Central African Republic: New Money for IDPs and Refugees
The U.S. government announced nearly $51 million in additional humanitarian support to Central African Republic and neighboring countries. This comes after an RI report in April highlighted the huge gaps in humanitarian funding for the country. The money will help those displaced within CAR as well as refugees in neighboring countries.
Democratic Republic of Congo: Treat Every Camp Equally
In 2013, RI found that the UN was not assisting at least 200,000 displaced Congolese because they lived in so-called “spontaneous sites,” rather than official camps. Following RI’s request, the UN revamped its approach to camp management and pledged to assist all Congolese IDPs on the basis of need rather than the status of their camp.
Central African Republic: Help for Women in Crisis
After learning that the UN Population Fund was failing to provide post-rape kits in Central African Republic in early 2014, RI and its partners raised this problem with a senior UN official. RI explained that women were arriving at clinics in the hope of preventing sexually-transmitted infections and unwanted pregnancy, but treatment was not available. Shortly after this meeting, a large stock of kits arrived in country.
A Safety Net for People Displaced by Disasters
RI’s advocacy was instrumental in convincing the U.S. government to
support the Nansen Initiative, which seeks solutions for people who flee
their countries as a result of climate-related disasters and are not
protected by the 1951 Refugee Convention. RI is also advising in the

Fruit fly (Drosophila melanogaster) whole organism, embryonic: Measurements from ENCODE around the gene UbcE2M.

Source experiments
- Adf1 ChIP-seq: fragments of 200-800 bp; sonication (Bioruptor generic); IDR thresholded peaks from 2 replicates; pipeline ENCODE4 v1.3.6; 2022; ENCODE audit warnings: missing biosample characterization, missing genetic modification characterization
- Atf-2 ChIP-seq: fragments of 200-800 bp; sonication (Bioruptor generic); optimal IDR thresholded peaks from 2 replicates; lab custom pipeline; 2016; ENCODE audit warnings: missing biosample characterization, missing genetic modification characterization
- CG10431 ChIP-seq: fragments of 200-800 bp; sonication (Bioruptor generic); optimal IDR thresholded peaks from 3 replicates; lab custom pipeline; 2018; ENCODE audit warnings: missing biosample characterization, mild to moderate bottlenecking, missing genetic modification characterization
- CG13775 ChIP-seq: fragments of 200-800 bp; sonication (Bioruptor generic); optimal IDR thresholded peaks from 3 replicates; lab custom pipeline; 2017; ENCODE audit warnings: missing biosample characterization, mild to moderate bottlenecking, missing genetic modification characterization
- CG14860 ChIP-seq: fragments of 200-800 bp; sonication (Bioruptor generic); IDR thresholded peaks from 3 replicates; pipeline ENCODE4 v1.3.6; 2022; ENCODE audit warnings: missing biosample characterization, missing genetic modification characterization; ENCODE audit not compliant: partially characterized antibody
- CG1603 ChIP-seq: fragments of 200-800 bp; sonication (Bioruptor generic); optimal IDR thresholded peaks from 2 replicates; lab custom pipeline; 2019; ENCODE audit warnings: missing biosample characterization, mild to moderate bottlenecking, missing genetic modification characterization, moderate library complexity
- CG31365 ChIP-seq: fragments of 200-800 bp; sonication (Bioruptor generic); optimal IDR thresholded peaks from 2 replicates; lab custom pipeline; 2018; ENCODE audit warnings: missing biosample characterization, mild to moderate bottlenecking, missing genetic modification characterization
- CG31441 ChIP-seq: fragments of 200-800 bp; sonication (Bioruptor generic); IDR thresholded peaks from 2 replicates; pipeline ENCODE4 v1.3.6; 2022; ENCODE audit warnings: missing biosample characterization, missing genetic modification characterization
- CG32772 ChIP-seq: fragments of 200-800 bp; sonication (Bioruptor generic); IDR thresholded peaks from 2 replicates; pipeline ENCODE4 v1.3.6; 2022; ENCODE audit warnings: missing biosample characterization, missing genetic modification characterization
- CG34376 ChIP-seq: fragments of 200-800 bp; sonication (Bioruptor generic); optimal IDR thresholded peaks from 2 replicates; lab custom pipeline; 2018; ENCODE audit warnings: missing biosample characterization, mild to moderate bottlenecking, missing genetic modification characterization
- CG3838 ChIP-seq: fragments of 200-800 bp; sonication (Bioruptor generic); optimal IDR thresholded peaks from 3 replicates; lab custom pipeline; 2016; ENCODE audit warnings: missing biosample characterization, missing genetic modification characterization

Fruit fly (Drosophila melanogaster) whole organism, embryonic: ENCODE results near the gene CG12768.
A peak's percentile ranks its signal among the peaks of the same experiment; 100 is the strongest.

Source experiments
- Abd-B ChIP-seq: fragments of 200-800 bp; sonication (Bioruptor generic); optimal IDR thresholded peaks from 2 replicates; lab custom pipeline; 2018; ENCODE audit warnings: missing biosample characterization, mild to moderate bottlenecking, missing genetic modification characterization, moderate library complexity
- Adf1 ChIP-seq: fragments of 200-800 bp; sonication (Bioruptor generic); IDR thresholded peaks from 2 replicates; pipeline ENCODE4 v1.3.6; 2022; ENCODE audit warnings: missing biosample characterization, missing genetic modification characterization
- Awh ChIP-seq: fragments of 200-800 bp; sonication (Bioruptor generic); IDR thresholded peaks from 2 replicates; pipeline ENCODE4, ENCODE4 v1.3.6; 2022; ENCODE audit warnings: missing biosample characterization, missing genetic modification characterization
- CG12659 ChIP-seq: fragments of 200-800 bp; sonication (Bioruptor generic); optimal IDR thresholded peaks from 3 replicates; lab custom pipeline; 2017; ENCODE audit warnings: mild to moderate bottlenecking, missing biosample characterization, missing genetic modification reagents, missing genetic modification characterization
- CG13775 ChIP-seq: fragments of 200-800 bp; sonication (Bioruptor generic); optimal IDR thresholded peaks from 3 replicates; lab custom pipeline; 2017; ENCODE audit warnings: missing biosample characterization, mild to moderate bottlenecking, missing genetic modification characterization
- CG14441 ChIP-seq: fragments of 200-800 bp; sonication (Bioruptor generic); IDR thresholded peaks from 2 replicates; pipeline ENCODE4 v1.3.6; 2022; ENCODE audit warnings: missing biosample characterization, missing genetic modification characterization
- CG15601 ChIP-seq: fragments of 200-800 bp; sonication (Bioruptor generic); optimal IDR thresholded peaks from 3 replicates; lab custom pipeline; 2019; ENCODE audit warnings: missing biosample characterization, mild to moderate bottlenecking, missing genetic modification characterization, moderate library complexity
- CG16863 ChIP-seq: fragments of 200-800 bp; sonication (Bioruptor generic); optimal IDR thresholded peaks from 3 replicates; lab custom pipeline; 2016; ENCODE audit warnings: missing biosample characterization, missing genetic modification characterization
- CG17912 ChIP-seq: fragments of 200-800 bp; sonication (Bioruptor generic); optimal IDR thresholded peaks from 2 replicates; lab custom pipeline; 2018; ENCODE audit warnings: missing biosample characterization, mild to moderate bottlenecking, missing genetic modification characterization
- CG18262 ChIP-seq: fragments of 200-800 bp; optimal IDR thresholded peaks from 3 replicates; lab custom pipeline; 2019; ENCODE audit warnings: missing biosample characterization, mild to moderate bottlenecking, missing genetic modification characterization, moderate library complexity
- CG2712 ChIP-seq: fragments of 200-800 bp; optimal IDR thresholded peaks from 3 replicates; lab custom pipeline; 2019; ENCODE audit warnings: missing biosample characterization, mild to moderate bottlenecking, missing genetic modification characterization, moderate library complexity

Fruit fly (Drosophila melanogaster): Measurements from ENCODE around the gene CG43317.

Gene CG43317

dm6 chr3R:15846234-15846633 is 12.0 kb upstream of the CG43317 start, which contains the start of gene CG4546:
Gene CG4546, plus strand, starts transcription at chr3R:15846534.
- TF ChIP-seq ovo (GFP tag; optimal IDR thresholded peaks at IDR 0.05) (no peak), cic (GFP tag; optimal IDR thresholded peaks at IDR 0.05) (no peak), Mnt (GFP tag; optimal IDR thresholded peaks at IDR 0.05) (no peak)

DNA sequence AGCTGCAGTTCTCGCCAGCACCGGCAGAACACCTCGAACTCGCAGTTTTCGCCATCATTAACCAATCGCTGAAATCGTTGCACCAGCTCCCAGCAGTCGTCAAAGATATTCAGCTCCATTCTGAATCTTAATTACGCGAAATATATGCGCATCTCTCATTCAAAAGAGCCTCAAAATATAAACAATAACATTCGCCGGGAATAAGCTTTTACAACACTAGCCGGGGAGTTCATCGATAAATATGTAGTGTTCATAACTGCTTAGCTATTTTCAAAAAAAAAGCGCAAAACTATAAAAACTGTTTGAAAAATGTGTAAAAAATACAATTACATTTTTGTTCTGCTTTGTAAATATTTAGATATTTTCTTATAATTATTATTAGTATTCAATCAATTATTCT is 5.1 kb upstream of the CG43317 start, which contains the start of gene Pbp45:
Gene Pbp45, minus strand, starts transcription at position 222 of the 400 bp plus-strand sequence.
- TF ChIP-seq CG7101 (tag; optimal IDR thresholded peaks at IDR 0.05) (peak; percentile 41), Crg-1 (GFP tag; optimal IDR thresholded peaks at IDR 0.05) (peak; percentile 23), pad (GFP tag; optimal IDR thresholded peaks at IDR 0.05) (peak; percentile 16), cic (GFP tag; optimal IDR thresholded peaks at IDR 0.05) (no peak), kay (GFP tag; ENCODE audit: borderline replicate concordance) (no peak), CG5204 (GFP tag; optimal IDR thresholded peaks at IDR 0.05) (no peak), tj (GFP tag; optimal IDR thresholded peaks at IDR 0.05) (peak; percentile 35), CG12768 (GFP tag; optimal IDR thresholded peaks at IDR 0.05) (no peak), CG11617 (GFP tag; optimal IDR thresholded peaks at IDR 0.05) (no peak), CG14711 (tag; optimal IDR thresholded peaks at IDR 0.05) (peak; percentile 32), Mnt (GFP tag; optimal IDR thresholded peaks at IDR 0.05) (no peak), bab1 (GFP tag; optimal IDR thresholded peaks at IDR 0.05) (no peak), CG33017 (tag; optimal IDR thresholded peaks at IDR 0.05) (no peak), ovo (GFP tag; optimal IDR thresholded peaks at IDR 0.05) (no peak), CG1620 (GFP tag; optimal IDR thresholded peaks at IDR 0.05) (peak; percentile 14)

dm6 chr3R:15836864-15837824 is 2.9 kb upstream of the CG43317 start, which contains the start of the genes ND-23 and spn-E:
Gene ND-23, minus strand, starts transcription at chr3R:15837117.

development of guidelines to better protect and assist these
Central African Republic: Preparing for the Peacekeepers
As violence in the Central African Republic (CAR) escalated
in late 2013, RI urged the U.S. to be prepared for an eventual deployment of a
new UN peacekeeping mission. To that end, RI and the Partnership for Effective
Peacekeeping pressed U.S. officials to set aside funds in their budget planning
for such an operation. In the March 4 release of his Fiscal Year 2015 budget,
President Barack Obama proposed a new $150 million funding mechanism that, if
approved, could help support a UN mission in CAR.
Syria: Getting Non-Camp Refugees the Aid They Need
RI has consistently recommended more support for services that assist Syrian refugees outside of camps. Even as many large aid agencies and non-governmental organizations established programming in camps, RI repeatedly noted the lack of support for those living outside of them and requested that donors and service providers pay more attention to this enormous population. Finally, as part of its 2014 regional response plan for Syria, the UN Refugee Agency announced that it would specifically focus more of its efforts on non-camp refugees in the region.
Israel: Accepting African Asylum Seekers
RI spoke with Israeli officials in late 2013 about their failure to recognize Eritreans as refugees, and offered suggestions for improvement. In February 2014, Israel granted asylum to a small number of Eritreans for the first time. RI calls on Israel to accept and evaluate all asylum claims consistent with international law.
Internally Displaced People: A Commitment to Protect
RI played a leading role in encouraging the UN Refugee Agency (UNHCR) to focus on internally displaced people during its December 2013 Protection Dialogue. RI also helped to shape the NGO community’s position for the Dialogue, and ensured that UNHCR made specific and tangible commitments. RI is working with both UNHCR and the U.S. State Department to see that those commitments are met.
Syria: More Protection for Women and Girls
RI was the first NGO to raise the alarm about a lack of programs to address and prevent gender-based violence among displaced Syrians. In November 2013, the UK Department for International Development responded to this shortfall by providing £8.6 million in new funding.